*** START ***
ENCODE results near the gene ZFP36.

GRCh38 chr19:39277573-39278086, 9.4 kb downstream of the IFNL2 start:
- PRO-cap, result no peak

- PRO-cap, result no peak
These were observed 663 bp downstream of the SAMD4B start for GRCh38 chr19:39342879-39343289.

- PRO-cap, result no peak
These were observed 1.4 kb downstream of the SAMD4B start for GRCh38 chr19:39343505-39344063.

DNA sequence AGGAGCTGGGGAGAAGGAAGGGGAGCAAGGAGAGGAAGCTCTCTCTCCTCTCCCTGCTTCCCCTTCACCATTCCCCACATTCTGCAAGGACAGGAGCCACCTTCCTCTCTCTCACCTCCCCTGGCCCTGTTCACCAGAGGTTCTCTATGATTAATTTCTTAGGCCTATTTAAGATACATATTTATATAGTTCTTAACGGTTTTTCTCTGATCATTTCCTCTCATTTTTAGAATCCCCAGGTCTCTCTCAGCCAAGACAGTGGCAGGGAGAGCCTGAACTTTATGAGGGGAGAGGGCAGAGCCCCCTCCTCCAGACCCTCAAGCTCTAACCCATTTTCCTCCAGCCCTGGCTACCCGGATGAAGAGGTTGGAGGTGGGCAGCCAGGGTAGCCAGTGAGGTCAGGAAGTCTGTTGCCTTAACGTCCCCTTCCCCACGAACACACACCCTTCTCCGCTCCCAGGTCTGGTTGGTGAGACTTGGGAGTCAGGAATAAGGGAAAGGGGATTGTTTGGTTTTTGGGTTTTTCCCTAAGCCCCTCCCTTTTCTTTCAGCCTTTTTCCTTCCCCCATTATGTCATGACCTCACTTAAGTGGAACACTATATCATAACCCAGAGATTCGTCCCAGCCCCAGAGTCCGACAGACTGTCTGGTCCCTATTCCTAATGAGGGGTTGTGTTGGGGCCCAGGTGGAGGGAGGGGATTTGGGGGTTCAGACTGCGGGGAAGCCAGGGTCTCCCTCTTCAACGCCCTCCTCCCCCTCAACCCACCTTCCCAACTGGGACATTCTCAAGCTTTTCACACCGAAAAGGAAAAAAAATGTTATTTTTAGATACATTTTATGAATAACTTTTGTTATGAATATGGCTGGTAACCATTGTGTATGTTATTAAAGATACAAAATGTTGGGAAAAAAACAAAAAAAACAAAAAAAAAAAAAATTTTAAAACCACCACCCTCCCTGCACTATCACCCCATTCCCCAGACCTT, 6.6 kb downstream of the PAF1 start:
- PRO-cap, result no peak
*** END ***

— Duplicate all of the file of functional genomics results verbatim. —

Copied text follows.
ENCODE results near the gene ZFP36.

GRCh38 chr19:39277573-39278086, 9.4 kb downstream of the IFNL2 start:
- PRO-cap, result no peak

- PRO-cap, result no peak
These were observed 663 bp downstream of the SAMD4B start for GRCh38 chr19:39342879-39343289.

- PRO-cap, result no peak
These were observed 1.4 kb downstream of the SAMD4B start for GRCh38 chr19:39343505-39344063.

DNA sequence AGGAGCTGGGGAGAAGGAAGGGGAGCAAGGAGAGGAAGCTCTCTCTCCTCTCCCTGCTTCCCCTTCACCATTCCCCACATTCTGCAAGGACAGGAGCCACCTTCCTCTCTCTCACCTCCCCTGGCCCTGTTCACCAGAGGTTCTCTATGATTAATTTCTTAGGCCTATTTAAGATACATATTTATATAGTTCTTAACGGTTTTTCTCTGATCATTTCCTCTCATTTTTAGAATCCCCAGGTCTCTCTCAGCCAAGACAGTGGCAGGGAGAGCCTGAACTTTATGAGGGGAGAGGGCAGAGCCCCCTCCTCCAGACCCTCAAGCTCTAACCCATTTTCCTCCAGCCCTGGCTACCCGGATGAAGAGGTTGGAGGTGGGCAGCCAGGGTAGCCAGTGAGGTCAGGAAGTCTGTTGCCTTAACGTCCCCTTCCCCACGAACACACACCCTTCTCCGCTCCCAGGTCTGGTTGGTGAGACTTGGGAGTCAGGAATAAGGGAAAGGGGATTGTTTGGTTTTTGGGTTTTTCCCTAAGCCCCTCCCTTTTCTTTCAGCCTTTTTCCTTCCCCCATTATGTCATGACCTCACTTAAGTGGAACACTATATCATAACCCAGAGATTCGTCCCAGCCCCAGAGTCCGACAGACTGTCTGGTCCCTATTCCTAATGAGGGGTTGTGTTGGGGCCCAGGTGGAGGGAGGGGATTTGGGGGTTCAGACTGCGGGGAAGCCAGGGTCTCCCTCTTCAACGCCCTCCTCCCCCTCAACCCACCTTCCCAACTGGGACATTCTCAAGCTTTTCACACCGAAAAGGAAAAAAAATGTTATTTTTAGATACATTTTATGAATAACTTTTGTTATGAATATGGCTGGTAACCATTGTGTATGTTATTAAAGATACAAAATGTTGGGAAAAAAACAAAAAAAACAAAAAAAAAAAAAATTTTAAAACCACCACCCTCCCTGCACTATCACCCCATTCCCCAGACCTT, 6.6 kb downstream of the PAF1 start:
- PRO-cap, result no peak